The light from the sun that peeks in under the rink’s entrance has faded to black. Sage can feel blisters sporing inside of their skates, their ankles growing moist with something, maybe sweat, maybe blood.

"What are we doing this?” they ask. The thought feels clouded, like a vision they had to squint into the distance to see.

“Not much longer now,” Ruth says.

Her words are meaningless to Sage. The second the question escapes their lips, they forget the thought entirely.


“People knew me here,” Ruth blurts out after a stretch of silence that was only interrupted by the occasional squeak of a wheel. “They knew me so well. All the baristas knew my coffee order. All the librarians had personalized book recommendations. Everyone always knew what girl I was dating and who I was fighting with and what classes I was failing and that I’m allergic to peanuts before I could even look at the menu.”

“One time the general store sent me a box of light bulbs because they saw my porch light flickering for a few days,” Sage says. “Charged to my account and everything.”

Ruth smiles and nods. “I could handle all of the fucked up shit that goes on here. But I had to move somewhere I could be someone else.”

“What about you, Sage?” she asks. “Do you think you’ll die here?”

Sage takes a misstep and stumbles on their wheels, something they haven’t done since they learned to skate as a child. They crash down onto their hip and feel a bruising that blooms across the bone. Their forearms scream where their flesh was scraped raw by the skid burn. 

Ruth brakes swiftly and extends a hand. Sage takes it, pulls themself up, and thrusts into motion again.


Maybe the sun has risen, or maybe it never went down. There is only an agonizing exhaustion coming from within Sage’s body somewhere deeper than skin and muscle.

“I need to stop,” they finally manage to say. “We have to stop.” Getting the words out feels harder than what it takes to keep their legs pumping.

“But we’re almost there,” Ruth says, a sweetened pout in her voice. 


Ruth looks pristine. A sweat hasn’t so much as broken at her brow. Sage tries to think of how long it’s been. What she looked like back then. How she dressed. How her voice sounded. But there’s nothing there.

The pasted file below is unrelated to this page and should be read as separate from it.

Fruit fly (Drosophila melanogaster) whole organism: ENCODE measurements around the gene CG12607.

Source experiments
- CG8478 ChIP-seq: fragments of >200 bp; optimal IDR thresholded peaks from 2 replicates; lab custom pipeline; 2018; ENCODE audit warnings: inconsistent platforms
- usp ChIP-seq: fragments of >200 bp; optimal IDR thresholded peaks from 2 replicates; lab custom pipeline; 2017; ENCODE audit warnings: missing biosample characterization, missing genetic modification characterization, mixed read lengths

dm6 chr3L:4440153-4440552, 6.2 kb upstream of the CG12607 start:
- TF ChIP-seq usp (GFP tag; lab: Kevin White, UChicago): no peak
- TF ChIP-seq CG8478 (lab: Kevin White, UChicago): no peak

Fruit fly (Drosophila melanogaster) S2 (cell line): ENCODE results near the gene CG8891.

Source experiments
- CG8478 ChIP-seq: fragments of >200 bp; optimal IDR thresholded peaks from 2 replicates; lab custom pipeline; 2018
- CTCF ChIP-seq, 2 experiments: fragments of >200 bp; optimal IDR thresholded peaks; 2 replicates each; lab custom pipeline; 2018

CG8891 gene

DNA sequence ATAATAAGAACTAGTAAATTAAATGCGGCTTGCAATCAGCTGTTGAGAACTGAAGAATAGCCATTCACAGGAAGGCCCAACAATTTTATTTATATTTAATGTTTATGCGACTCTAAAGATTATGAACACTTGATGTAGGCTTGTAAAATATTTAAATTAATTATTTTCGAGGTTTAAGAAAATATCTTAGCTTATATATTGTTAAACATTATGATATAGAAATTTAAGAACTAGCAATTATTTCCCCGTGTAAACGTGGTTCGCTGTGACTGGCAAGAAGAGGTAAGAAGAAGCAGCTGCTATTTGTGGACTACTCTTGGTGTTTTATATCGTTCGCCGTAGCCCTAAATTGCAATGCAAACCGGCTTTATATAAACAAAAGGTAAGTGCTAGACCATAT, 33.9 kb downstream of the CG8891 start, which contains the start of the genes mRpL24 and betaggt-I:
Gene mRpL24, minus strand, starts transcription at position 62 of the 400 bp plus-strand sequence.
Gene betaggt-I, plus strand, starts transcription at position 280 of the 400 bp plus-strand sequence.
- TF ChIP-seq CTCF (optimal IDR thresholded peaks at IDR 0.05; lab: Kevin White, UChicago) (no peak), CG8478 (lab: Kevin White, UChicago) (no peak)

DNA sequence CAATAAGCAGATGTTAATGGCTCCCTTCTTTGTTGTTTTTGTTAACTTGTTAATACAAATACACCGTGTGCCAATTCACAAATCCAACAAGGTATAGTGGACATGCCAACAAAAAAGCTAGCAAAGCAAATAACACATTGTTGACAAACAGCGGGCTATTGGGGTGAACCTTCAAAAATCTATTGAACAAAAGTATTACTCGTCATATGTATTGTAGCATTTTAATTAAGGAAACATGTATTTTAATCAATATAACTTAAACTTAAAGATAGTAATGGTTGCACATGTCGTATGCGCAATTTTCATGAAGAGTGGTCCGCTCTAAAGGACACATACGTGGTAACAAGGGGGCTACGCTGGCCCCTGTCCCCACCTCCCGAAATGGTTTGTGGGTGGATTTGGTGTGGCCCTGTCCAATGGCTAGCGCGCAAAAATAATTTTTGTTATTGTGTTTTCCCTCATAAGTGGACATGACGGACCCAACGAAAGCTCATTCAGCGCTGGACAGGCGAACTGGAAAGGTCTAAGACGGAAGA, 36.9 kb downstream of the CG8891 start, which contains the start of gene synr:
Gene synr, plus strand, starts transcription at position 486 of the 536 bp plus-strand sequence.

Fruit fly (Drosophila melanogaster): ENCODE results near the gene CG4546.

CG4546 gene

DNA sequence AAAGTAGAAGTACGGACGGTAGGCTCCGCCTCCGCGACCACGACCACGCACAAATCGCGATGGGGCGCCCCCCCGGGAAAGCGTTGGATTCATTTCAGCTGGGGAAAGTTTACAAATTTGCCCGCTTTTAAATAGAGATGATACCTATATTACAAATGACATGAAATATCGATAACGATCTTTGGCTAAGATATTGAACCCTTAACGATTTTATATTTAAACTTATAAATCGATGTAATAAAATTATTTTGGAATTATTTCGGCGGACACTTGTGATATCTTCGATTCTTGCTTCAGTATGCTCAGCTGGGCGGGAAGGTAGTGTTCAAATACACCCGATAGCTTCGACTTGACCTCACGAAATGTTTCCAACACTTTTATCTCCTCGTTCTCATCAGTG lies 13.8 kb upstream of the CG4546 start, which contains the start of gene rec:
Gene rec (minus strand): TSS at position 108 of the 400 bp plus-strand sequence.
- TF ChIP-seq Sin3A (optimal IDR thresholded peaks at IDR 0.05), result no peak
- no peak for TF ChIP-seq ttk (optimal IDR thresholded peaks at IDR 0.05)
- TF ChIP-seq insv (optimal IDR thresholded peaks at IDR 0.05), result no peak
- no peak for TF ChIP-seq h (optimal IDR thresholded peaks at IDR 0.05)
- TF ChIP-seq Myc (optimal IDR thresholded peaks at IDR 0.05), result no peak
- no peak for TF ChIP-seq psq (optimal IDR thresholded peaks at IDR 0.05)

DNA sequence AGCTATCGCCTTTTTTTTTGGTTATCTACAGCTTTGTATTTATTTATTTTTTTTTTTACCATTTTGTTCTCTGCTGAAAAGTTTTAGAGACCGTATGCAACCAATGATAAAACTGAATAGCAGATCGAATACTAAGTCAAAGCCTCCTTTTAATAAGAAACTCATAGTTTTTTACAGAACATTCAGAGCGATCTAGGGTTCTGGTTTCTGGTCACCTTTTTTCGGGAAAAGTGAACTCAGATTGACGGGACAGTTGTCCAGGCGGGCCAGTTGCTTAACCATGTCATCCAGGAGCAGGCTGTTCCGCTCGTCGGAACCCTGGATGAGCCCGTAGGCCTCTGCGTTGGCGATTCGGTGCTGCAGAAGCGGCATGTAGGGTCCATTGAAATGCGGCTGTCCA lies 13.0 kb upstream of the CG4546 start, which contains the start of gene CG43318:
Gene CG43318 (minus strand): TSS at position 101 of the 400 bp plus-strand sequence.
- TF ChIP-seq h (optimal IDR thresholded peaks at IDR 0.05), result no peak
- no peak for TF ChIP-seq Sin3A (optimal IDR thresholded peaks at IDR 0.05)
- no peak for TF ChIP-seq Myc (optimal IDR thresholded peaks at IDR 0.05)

“Who are you?” they say. 

“I love it in Bear Creek,” Ruth says. “I could really see myself staying here forever. Couldn’t you, Sage?”

Sage’s thoughts feel like they’re blurring around the edges, like they’re fading into a dream. They always had a crush on Ruth growing up, the way that she kept her head above water in a town of people who seemed to be drowning. They can’t remember everything about her, but they can remember her smile — and they struggle to hold it in their mind as they reach into their pocket.  

“You can’t do anything to me with that,” Ruth says as Sage closes their fingers around their switchblade.

For a second, they believe it. And then they slash upwards, slicing into something that feels like flesh but is something else entirely. 

Sage crumbles, collapsing onto the rink as a lifetime's worth of exhaustion sinks into their body at once, whatever force was propelling them forward extinguished. They slide across the rink through a pool of blood, staining the floor with a streak of dark red. A pile of writhing maggots, slugs, and larvae wriggles out in every direction across the rink where Ruth’s body should be. The creatures burst and squelch underfoot as Sage pulls themself back onto their feet, heaving labored breaths against pain and fatigue.

Sage releases a groan from deep in their gut, then they check their watch and skate off to grab a mop. The rink re-opens in an hour, and they have a huge mess to clean.